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Europe Broadens Its RFID Focus

A study shows that Europe's UHF RFID market, initially concentrated on the retail supply chain, has expanded across a range of industry sectors.
By Jonathan Collins
Oct 13, 2003When it comes to selling their products in Europe, radio frequency identification hardware vendors are shifting their attention away from the retail sector, according to a study conducted by systems integrators LogicaCMG. In the United States, however, interest remains concentrated on the retail and defense sectors.

Hardware vendors are responding to stronger interest for UHF RFID from European companies in a range of industries. "This move has been made over the past six to 12 months across all the vendors, and for two reasons—one negative, one positive. [Adoption of RFID in] retail has not developed as quickly as vendors had hoped, but because of the changes to European regulations, as well as the Gen 2, other markets are starting to see the potential of UHF," says Paul Stam de Jonge, group director of RFID solutions at LogicaCMG.

Paul Stam de Jonge, LogicaCMG
Those other markets include transportation and logistics, automotive, aerospace and health care, says the report.

The study started in February with a survey of RFID hardware vendors. Twenty manufacturers, selected because of their ability to provide UHF RFID chips, tags, interrogators (readers) or printer-encoders for use in Europe, responded to a questionnaire. During the summer, LogicaCMG carried out qualitative in-depth interviews with end users, hardware vendors and industry bodies.

The study found that uptake of RFID in Europe will be boosted by the adoption of regulations recently developed by the European Telecommunications Standards Institute (ETSI). Agreed upon by national communications authorities across Europe in September of last year, the new regulations, dubbed ETSI 302-208, enable UHF equipment in Europe to perform comparably with similar equipment in North America. Another factor spurring European interest in RFID was the ratification in December of the EPC Gen 2 standard for tags and readers. As a result of the new standard and regulations, more than two-thirds of hardware vendors say they now create RFID technology that works in both the United States and Europe, according to LogicaCMG.

Although hardware vendors expect to sell their products to European companies from a range of industries, LogicaCMG does not expect the increased sales to lead to lower prices in Europe—at least, not in the near term. "Hardware vendors don't anticipate major price reductions in the next 12 months in Europe, as they are focused on enhancing functionality with the new European regulations and Gen 2 in readers and tags," says Eelco de Jong, RFID domain lead at LogicaCMG. Over the next three to five years, however, the firm expects that greater sales volumes of tags and readers will lead to price cuts by 60 to 70 percent, with readers available for fewer than 1,000 euros.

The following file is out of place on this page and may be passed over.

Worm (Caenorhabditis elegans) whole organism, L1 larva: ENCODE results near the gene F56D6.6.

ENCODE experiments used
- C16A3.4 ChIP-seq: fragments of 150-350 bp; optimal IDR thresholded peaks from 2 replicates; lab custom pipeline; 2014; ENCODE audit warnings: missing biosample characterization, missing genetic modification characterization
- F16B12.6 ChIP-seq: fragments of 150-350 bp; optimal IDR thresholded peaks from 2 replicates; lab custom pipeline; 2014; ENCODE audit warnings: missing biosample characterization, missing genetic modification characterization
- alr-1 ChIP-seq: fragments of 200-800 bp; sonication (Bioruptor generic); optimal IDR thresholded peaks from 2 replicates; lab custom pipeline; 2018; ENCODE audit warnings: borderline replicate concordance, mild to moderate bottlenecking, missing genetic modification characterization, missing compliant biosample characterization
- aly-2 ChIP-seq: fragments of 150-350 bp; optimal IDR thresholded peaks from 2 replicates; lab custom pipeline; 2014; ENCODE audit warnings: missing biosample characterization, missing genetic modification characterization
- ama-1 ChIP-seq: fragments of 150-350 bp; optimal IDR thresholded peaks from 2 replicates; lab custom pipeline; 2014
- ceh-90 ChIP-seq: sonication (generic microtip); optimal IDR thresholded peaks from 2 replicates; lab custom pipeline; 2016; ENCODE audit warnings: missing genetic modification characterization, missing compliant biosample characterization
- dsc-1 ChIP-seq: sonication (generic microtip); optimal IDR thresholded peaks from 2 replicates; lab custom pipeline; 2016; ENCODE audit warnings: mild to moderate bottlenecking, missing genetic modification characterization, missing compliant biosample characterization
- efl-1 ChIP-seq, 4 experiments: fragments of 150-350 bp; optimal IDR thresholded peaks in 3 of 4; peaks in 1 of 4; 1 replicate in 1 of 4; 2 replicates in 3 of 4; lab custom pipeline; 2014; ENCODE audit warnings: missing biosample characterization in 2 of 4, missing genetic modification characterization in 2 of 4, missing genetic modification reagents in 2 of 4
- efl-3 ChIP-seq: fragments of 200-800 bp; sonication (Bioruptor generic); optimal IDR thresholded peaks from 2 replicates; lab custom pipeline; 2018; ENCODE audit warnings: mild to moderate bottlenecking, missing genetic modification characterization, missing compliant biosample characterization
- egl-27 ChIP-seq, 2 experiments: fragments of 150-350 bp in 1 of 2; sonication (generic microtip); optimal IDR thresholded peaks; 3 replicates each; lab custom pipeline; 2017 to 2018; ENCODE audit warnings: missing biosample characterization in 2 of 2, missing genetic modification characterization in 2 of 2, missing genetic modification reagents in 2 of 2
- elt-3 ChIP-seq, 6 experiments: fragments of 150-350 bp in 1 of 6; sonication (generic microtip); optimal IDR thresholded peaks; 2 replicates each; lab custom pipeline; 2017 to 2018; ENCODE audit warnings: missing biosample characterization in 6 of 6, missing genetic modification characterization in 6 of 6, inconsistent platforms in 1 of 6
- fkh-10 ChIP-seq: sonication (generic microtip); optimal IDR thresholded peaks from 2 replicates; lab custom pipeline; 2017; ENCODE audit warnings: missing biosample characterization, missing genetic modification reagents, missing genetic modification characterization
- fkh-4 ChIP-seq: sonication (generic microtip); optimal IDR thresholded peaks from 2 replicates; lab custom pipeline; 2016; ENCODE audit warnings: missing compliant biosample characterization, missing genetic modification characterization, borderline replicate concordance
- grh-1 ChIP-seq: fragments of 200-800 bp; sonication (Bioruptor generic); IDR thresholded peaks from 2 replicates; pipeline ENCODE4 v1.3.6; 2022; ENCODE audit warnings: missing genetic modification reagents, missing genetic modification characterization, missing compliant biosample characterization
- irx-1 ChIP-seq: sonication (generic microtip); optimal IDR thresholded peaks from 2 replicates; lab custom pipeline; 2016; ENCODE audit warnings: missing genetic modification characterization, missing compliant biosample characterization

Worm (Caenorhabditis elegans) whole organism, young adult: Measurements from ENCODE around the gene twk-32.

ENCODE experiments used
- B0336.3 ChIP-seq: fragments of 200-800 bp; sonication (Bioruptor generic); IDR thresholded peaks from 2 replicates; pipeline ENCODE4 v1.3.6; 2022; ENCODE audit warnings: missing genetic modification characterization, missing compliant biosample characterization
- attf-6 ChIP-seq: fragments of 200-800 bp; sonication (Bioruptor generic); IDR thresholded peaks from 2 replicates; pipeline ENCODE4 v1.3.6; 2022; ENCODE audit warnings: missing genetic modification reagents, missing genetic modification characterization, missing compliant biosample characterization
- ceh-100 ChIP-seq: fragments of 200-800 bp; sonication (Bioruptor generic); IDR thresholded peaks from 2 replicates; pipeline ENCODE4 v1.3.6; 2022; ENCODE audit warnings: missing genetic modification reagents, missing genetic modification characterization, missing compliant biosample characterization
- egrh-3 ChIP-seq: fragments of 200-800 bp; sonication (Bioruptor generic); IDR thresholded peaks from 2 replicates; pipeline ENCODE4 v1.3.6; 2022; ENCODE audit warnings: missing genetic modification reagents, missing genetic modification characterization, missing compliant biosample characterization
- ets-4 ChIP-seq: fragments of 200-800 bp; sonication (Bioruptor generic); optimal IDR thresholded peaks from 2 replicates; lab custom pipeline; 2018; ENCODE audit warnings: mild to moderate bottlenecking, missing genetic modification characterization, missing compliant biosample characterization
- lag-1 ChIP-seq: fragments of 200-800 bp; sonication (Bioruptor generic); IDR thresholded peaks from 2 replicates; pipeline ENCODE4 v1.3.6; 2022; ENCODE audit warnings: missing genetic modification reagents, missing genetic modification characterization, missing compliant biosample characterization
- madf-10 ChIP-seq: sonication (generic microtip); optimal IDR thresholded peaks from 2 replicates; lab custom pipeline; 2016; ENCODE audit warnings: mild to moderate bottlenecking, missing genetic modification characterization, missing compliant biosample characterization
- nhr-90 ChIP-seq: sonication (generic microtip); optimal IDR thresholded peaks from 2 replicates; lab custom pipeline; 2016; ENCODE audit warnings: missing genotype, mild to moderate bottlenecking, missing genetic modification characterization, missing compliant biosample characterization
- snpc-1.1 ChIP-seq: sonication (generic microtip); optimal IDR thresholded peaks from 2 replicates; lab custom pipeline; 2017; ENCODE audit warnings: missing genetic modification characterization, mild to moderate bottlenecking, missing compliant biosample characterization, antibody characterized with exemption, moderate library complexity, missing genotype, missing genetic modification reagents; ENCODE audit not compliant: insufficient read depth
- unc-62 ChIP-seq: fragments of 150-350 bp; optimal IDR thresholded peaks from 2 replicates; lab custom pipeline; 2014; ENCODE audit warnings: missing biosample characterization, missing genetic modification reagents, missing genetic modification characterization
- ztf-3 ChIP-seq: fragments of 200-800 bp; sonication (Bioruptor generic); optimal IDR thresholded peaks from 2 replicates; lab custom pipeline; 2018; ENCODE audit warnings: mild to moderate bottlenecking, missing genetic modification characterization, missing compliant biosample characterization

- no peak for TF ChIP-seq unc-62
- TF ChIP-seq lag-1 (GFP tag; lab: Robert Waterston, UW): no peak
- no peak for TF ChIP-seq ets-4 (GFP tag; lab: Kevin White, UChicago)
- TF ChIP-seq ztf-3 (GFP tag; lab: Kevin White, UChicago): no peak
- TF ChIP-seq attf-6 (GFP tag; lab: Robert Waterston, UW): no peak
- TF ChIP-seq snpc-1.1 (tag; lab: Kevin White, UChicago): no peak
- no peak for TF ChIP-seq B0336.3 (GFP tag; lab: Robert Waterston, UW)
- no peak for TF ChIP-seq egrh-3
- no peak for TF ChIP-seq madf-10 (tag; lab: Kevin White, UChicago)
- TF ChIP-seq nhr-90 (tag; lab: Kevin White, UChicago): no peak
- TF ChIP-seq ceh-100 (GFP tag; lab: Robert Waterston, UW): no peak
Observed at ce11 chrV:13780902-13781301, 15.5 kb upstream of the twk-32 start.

LogicaCMG says it carried out the hardware vendor study as a way to help its customers determine if UHF RFID was ready for adoption in Europe. For many business applications, according to the survey, the answer is yes. RFID deployments, the company advises, should be focused on areas where the technology can be used to optimize performance in a specific situation, such as tracking forklift trucks in a warehouse or baggage in the aviation industry.

According to the systems integrator, there is no dominant hardware vendor for UHF technology in Europe, and end users have to deal with a relatively immature market with no off-the-shelf offerings that bundle together hardware and software. The study, the company reports, found that UHF hardware vendors agreed that system integrators, such as LogicaCMG, are the natural choice to help develop integrated solutions for companies deploying UHF RFID. The full report, entitled RFID Hardware Survey 2005, can be downloaded for free from LogicaCMG's Web site.
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